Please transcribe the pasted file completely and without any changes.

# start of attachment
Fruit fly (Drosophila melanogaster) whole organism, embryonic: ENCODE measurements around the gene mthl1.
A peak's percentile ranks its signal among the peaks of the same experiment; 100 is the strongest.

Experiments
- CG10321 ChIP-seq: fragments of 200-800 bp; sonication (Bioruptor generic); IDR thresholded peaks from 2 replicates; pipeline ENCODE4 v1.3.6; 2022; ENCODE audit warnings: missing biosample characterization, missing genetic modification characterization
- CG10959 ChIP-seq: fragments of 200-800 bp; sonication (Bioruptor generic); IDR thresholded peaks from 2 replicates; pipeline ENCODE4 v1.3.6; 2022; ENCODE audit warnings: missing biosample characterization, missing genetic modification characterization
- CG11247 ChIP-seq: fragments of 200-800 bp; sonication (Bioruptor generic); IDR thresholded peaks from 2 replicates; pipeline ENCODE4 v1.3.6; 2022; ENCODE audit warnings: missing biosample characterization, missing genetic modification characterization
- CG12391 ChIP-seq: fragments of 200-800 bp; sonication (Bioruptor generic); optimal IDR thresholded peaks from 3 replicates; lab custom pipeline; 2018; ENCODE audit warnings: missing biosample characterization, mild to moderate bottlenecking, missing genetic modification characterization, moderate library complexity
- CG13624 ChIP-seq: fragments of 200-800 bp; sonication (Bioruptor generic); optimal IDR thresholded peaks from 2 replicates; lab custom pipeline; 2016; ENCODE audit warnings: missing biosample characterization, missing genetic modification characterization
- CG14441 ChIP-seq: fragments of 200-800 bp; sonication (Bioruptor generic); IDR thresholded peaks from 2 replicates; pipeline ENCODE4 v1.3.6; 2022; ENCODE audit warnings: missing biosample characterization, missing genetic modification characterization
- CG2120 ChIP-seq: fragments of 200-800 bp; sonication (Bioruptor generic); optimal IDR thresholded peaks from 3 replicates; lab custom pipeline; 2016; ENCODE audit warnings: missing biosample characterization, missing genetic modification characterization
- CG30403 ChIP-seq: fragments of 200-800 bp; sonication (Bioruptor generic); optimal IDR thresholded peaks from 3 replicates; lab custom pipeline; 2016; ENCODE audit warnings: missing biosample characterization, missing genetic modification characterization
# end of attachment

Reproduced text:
Fruit fly (Drosophila melanogaster) whole organism, embryonic: ENCODE measurements around the gene mthl1.
A peak's percentile ranks its signal among the peaks of the same experiment; 100 is the strongest.

Experiments
- CG10321 ChIP-seq: fragments of 200-800 bp; sonication (Bioruptor generic); IDR thresholded peaks from 2 replicates; pipeline ENCODE4 v1.3.6; 2022; ENCODE audit warnings: missing biosample characterization, missing genetic modification characterization
- CG10959 ChIP-seq: fragments of 200-800 bp; sonication (Bioruptor generic); IDR thresholded peaks from 2 replicates; pipeline ENCODE4 v1.3.6; 2022; ENCODE audit warnings: missing biosample characterization, missing genetic modification characterization
- CG11247 ChIP-seq: fragments of 200-800 bp; sonication (Bioruptor generic); IDR thresholded peaks from 2 replicates; pipeline ENCODE4 v1.3.6; 2022; ENCODE audit warnings: missing biosample characterization, missing genetic modification characterization
- CG12391 ChIP-seq: fragments of 200-800 bp; sonication (Bioruptor generic); optimal IDR thresholded peaks from 3 replicates; lab custom pipeline; 2018; ENCODE audit warnings: missing biosample characterization, mild to moderate bottlenecking, missing genetic modification characterization, moderate library complexity
- CG13624 ChIP-seq: fragments of 200-800 bp; sonication (Bioruptor generic); optimal IDR thresholded peaks from 2 replicates; lab custom pipeline; 2016; ENCODE audit warnings: missing biosample characterization, missing genetic modification characterization
- CG14441 ChIP-seq: fragments of 200-800 bp; sonication (Bioruptor generic); IDR thresholded peaks from 2 replicates; pipeline ENCODE4 v1.3.6; 2022; ENCODE audit warnings: missing biosample characterization, missing genetic modification characterization
- CG2120 ChIP-seq: fragments of 200-800 bp; sonication (Bioruptor generic); optimal IDR thresholded peaks from 3 replicates; lab custom pipeline; 2016; ENCODE audit warnings: missing biosample characterization, missing genetic modification characterization
- CG30403 ChIP-seq: fragments of 200-800 bp; sonication (Bioruptor generic); optimal IDR thresholded peaks from 3 replicates; lab custom pipeline; 2016; ENCODE audit warnings: missing biosample characterization, missing genetic modification characterization